In my first post I wrote about our decision to install white marble in our kitchen against the advice of so many experts. Mind you I use the term “expert” lightly. I was told by many that it was going to stain, scratch, turn yellow, require constant sealing, and my favorite, “it’s such a soft stone”. I found that last comment the most interesting since marble is a rock and calling a stone soft is an oxymoron. I couldn’t help but think of my prior trips to Europe seeing all of the beautiful old steps, statues and restaurants decorated in marble and wonder why Americans are so afraid of this material. I decided to arm myself with as much information as possible through research and conversations with members of the Marble Institute of America (MIA). Once I understood the stone I was comfortable selecting it as a countertop.
I think it’s imperative that I address the scary stories that keep people from using it in the kitchen. Can it stain? Yes, but not immediately. Can it burn? Yes, but most countertops will burn if you place a scorching hot pan on them. Can it scratch? Yes, but you shouldn’t cut directly on any countertop because that will breed bacteria. Surface scratches can be buffed out if they bother you that much. The real issue with marble is etching. Etching basically looks like water marks but they happen when acidic ingredients are left on the stone (lemon juice, wine, or tomato sauce). Here’s an example of etching of my countertop.
Now here’s an image of that same etched area that I just took a photo of this evening. I had the hardest time even finding it. Etches are practically invisible at night. Even in the daytime you can only see them at certain angles.
If this bothers you, don’t get marble. If you like old things that develop a natural patina, proceed. If you are a neat freak do not get marble or you will lose your mind behind etching.
In order to make our marble a bit more durable to etching we did have it honed. Honing is the process of removing the top layer of shine on polished marble slabs or never putting that shiny layer on the stone to begin with (in the first image you can see how shiny our slabs were). Honed marble is in essence the natural form of the stone. Honed marble etches less than polished marble. We also had our marble leathered. Leathering is a chemical process that gives stone a textured or almost hammered look that I feel allows etching to wear better. With time my countertops should develop a completely aged character which I think is reminiscent of older European stones and that’s the look I was going for.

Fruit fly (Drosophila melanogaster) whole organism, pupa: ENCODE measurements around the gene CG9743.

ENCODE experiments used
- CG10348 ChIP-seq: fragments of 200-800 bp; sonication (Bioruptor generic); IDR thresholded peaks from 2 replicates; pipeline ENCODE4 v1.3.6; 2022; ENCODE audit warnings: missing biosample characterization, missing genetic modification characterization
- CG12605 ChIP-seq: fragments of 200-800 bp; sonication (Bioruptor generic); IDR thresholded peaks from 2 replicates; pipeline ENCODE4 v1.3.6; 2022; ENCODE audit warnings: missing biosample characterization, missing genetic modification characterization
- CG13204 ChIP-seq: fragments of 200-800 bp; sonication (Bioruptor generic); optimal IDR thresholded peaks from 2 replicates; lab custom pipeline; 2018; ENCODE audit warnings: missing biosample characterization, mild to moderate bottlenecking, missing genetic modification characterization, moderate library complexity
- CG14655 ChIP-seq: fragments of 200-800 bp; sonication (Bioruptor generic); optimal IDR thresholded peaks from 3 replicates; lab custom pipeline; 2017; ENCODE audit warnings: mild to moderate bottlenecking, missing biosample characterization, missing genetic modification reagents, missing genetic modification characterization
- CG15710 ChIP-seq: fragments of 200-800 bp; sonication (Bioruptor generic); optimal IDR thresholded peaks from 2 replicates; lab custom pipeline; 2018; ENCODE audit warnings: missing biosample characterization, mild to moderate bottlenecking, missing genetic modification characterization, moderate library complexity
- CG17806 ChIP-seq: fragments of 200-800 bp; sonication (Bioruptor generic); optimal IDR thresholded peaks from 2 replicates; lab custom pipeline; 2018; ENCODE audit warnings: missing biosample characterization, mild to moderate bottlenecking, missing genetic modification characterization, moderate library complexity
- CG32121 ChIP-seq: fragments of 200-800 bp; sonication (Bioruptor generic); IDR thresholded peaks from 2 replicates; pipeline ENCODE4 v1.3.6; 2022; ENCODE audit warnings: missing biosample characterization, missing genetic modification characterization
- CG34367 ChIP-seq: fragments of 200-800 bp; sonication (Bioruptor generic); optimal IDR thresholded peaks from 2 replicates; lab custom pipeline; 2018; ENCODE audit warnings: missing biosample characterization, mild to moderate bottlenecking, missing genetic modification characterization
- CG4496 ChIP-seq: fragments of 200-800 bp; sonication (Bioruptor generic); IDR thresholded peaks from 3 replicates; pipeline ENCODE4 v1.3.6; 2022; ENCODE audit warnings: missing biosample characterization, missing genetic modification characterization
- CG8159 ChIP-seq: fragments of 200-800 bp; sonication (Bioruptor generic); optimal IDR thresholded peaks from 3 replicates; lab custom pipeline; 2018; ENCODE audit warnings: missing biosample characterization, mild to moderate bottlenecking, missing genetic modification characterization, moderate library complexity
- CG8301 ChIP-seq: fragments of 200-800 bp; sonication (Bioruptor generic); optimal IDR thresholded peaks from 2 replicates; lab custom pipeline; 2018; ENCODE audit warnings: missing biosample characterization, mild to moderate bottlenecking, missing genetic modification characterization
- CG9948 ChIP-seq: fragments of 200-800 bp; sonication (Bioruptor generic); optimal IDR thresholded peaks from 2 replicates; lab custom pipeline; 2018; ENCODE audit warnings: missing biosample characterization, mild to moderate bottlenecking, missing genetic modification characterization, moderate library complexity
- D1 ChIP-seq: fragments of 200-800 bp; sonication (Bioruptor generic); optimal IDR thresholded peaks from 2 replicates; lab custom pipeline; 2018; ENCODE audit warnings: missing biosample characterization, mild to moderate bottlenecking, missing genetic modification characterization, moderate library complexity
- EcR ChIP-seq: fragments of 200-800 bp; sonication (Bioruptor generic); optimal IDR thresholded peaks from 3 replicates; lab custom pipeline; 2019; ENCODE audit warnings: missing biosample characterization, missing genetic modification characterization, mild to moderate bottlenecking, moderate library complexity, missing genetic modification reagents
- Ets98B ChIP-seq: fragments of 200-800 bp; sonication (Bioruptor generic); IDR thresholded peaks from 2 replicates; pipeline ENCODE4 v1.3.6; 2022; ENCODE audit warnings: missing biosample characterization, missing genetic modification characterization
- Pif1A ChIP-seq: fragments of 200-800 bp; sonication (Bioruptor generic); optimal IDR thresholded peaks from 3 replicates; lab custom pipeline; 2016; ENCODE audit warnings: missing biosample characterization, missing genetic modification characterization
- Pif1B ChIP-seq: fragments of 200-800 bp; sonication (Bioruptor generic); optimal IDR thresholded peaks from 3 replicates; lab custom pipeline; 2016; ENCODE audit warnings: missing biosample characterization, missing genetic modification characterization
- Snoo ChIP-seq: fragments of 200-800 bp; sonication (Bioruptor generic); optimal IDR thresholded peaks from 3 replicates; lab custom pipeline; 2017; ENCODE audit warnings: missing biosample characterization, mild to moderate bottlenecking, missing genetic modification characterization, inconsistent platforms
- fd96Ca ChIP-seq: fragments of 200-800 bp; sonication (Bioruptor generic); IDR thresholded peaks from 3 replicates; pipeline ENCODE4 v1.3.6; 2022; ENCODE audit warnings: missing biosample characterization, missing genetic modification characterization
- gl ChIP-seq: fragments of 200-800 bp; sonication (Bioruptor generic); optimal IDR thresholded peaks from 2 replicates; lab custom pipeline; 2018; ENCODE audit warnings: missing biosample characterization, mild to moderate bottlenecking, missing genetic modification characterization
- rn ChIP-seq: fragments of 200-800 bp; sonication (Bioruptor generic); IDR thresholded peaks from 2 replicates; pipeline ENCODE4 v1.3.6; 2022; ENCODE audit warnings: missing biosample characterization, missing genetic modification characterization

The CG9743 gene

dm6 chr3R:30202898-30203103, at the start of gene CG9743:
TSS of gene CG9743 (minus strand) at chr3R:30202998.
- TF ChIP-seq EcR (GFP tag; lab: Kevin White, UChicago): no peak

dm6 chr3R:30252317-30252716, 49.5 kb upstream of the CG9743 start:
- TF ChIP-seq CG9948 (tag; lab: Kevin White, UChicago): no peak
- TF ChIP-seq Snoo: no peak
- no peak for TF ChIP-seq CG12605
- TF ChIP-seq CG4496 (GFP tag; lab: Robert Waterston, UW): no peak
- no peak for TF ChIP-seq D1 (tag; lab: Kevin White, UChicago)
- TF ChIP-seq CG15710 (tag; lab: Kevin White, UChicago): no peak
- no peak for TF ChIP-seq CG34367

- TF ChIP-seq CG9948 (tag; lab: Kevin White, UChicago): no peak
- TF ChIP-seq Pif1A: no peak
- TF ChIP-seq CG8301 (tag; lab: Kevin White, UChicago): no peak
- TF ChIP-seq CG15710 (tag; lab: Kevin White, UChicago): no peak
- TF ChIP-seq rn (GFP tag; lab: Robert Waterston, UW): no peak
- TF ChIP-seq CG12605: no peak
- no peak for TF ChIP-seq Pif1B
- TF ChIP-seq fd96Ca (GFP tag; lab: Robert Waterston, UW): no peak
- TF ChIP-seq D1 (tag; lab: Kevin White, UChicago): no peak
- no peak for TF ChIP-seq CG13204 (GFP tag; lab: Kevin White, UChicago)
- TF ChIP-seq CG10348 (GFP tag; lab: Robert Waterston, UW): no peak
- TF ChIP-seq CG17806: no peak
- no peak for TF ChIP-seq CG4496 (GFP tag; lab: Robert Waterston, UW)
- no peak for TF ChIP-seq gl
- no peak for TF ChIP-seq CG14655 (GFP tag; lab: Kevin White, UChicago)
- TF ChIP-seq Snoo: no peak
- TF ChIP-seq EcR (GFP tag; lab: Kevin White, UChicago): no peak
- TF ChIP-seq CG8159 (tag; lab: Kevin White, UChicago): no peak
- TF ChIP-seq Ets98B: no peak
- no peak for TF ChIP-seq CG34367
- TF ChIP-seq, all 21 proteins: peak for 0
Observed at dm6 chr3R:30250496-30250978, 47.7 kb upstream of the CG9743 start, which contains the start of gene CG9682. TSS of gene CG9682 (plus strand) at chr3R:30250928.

To be honest, I’ve spilled dark seasonings, tomato sauce and grease on my countertops and have successfully removed every single stain using a natural poultice treatment. I use baking soda, a little water, and a smidge of hydrogen peroxide. I mix this to the consistency of a thick paste, smear it across the stain, cover with plastic wrap and let it sit for at least 24 hours. After it’s dried, lightly scrape the powder off, and voila! Gone. I even left some flowers to die on my countertop and the petals and pistons smeared flower ink all over the place. It looked so bad. I won’t lie, I freaked out for about 5 minutes then proceeded to mix the baking soda concoction all over the stains and it was gone the next day. I’m not afraid of staining anymore.
Yes marble is more work than granite, quartz or quartzite, but that added work is a negligible increase in effort. If your wipe down your countertops with a soapy sponge after cooking or entertaining, that’s enough to keep your marble in good shape. I also believe in yearly sealing. Some people swear they don’t seal, but I sometimes leave dishes for the next day so I need that added time buffer. If you need your stone to look as new as the day you purchased it, marble is not for you. If you don’t mind a little wear and tear for the sake of classic beauty, it’s a great choice. Walking into my kitchen every morning makes me happy and I won’t ever regret selecting white marble. I can’t imagine my kitchen without it.